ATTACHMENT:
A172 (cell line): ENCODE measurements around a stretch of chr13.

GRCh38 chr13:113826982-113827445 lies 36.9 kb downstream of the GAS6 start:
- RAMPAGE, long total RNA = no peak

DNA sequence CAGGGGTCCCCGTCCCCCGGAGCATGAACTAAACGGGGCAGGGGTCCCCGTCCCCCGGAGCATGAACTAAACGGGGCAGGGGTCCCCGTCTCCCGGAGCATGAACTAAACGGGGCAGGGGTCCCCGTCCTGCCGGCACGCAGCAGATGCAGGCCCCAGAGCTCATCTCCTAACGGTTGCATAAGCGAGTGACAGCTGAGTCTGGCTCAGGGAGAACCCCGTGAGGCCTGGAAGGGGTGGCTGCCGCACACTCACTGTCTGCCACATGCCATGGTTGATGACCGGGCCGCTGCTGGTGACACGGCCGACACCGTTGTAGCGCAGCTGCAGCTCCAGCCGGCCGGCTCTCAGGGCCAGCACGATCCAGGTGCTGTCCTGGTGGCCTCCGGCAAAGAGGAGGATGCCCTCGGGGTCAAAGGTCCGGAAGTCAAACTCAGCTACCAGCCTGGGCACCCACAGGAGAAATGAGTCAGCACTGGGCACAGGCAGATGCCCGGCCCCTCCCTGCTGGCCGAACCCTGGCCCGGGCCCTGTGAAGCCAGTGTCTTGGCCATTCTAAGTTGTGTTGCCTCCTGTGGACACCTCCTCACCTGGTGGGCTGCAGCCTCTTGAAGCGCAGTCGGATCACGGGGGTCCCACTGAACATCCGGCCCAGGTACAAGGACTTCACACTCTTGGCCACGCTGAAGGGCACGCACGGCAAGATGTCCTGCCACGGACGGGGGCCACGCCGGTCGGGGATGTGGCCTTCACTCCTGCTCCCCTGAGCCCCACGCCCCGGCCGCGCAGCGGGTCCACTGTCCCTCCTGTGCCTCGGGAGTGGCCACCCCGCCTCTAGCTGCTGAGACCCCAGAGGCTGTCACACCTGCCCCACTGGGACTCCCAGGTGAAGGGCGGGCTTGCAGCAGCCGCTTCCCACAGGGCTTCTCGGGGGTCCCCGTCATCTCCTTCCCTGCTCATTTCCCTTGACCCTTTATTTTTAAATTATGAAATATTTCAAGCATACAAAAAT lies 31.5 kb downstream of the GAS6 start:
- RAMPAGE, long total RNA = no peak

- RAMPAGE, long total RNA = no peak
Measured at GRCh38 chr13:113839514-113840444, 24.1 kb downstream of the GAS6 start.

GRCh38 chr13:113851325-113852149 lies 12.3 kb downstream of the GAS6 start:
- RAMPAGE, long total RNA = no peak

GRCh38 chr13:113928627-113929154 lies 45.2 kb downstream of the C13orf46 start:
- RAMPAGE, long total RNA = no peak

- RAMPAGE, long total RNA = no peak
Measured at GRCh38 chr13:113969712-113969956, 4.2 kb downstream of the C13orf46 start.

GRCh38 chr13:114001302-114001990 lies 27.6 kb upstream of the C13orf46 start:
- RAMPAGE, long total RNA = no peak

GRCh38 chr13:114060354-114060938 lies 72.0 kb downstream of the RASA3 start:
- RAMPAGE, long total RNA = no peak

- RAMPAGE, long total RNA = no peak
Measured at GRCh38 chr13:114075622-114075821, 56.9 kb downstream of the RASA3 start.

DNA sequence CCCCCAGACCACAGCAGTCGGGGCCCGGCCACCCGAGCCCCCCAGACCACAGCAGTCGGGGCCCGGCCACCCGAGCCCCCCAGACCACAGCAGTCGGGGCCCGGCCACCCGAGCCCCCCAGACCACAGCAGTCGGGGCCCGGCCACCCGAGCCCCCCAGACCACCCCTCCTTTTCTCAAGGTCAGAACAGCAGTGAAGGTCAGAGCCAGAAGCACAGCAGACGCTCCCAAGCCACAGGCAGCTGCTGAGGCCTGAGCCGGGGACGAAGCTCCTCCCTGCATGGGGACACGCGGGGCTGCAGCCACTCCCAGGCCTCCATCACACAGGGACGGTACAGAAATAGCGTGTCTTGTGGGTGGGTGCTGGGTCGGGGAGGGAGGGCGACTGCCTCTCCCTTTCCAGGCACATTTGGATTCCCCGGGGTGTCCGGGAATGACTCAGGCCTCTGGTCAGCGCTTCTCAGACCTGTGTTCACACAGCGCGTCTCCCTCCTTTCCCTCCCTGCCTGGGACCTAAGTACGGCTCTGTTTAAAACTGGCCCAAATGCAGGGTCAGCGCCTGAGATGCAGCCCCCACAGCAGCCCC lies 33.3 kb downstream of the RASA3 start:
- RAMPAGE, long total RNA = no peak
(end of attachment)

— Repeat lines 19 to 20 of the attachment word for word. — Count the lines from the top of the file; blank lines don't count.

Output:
Measured at GRCh38 chr13:114075622-114075821, 56.9 kb downstream of the RASA3 start.

DNA sequence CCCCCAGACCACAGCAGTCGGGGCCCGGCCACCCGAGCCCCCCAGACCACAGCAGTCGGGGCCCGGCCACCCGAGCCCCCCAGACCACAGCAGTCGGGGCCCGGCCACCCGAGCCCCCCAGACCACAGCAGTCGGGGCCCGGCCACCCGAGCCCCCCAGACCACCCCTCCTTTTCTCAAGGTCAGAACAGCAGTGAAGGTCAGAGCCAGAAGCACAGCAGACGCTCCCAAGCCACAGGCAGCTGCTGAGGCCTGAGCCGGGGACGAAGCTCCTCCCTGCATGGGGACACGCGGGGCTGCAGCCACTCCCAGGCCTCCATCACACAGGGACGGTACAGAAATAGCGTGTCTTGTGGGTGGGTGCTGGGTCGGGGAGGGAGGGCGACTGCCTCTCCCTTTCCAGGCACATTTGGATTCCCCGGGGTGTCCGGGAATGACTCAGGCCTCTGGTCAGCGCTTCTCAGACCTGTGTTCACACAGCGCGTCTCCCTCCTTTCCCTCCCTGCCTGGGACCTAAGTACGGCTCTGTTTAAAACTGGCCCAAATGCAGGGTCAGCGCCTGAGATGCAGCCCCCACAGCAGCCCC lies 33.3 kb downstream of the RASA3 start: